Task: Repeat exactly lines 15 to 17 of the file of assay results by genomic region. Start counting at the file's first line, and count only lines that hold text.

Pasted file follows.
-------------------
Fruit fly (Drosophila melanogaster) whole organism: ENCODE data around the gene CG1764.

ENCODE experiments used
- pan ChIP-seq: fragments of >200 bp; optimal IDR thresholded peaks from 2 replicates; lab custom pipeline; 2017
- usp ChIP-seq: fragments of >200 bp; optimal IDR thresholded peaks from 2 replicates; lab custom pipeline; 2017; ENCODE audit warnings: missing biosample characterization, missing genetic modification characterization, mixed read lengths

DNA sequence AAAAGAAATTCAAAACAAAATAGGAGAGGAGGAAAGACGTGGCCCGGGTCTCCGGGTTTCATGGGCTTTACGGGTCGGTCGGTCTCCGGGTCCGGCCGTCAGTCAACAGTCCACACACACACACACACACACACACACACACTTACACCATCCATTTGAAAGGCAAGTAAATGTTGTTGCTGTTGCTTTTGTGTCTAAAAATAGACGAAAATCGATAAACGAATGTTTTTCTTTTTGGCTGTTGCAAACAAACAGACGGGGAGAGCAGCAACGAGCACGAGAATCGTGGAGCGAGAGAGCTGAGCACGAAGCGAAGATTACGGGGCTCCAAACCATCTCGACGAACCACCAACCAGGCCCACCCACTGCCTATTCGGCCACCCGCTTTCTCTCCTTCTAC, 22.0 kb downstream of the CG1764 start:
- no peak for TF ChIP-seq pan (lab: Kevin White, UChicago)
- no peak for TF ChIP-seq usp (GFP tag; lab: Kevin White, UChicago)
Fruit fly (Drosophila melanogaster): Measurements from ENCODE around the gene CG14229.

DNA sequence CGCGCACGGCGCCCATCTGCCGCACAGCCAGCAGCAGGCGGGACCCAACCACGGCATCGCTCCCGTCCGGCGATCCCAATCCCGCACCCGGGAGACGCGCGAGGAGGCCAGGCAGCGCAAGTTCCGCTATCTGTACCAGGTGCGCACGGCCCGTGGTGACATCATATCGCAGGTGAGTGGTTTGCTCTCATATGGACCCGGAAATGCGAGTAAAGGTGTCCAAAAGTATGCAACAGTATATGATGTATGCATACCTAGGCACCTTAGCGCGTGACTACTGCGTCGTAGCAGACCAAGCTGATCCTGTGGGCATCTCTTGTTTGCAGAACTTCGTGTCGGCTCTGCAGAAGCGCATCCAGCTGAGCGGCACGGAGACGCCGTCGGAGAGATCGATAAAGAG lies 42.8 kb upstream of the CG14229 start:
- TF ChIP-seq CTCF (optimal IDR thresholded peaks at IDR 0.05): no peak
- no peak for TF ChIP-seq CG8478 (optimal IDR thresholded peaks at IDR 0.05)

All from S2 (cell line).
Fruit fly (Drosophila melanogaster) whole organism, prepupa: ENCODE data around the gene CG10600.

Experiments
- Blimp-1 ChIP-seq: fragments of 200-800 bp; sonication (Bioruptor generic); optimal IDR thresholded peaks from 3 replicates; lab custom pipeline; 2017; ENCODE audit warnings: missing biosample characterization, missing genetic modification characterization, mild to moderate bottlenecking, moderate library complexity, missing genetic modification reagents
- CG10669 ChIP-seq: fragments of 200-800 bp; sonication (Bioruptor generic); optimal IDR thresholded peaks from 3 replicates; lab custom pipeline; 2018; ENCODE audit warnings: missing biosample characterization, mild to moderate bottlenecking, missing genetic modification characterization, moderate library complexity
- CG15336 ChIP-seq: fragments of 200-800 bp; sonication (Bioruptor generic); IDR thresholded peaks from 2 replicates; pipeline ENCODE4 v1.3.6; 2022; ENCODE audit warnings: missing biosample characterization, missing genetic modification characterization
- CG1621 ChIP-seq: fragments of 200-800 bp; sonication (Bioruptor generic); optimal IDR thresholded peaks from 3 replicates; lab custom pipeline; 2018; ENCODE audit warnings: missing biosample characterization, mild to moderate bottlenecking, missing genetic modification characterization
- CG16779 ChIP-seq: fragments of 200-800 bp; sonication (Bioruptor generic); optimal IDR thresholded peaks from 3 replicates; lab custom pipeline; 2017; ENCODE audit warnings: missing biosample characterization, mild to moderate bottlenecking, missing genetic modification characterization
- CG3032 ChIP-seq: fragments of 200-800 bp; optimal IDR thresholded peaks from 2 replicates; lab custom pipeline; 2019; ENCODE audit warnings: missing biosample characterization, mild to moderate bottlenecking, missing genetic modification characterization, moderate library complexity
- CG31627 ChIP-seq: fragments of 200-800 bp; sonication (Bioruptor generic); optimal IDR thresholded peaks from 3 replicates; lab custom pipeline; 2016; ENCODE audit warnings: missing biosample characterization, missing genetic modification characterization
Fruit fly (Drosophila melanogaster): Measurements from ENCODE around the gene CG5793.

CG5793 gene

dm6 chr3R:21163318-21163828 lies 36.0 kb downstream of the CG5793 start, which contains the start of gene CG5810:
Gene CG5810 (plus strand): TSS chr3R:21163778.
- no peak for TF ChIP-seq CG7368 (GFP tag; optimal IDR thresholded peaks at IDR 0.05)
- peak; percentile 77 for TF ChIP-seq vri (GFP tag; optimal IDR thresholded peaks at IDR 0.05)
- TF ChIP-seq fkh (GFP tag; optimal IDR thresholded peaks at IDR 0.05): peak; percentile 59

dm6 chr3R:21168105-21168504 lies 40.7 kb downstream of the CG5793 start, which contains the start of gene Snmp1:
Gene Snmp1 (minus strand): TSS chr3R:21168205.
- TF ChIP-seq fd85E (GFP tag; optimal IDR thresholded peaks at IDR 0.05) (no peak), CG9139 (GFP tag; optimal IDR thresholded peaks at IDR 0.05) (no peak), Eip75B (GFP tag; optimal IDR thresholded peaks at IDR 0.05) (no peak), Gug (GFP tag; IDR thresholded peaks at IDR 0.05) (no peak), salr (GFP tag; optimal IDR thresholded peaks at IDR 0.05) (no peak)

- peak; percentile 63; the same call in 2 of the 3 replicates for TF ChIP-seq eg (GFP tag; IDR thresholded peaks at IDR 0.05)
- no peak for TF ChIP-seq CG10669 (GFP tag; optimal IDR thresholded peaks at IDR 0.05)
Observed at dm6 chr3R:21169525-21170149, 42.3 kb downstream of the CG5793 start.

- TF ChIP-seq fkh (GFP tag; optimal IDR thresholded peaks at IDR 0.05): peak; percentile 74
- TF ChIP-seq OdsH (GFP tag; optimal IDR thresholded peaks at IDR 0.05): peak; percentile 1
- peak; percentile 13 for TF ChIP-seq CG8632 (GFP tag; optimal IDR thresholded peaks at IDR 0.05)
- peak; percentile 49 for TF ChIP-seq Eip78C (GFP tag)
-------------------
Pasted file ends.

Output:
- Blimp-1 ChIP-seq: fragments of 200-800 bp; sonication (Bioruptor generic); optimal IDR thresholded peaks from 3 replicates; lab custom pipeline; 2017; ENCODE audit warnings: missing biosample characterization, missing genetic modification characterization, mild to moderate bottlenecking, moderate library complexity, missing genetic modification reagents
- CG10669 ChIP-seq: fragments of 200-800 bp; sonication (Bioruptor generic); optimal IDR thresholded peaks from 3 replicates; lab custom pipeline; 2018; ENCODE audit warnings: missing biosample characterization, mild to moderate bottlenecking, missing genetic modification characterization, moderate library complexity
- CG15336 ChIP-seq: fragments of 200-800 bp; sonication (Bioruptor generic); IDR thresholded peaks from 2 replicates; pipeline ENCODE4 v1.3.6; 2022; ENCODE audit warnings: missing biosample characterization, missing genetic modification characterization